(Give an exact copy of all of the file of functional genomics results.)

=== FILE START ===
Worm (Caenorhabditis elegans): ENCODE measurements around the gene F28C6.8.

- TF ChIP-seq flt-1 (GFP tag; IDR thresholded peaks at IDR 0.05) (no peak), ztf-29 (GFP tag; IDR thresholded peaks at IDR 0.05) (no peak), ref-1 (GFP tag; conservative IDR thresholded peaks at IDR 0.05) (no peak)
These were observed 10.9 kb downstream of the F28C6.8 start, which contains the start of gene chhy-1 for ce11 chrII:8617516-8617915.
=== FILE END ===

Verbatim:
Worm (Caenorhabditis elegans): ENCODE measurements around the gene F28C6.8.

- TF ChIP-seq flt-1 (GFP tag; IDR thresholded peaks at IDR 0.05) (no peak), ztf-29 (GFP tag; IDR thresholded peaks at IDR 0.05) (no peak), ref-1 (GFP tag; conservative IDR thresholded peaks at IDR 0.05) (no peak)
These were observed 10.9 kb downstream of the F28C6.8 start, which contains the start of gene chhy-1 for ce11 chrII:8617516-8617915.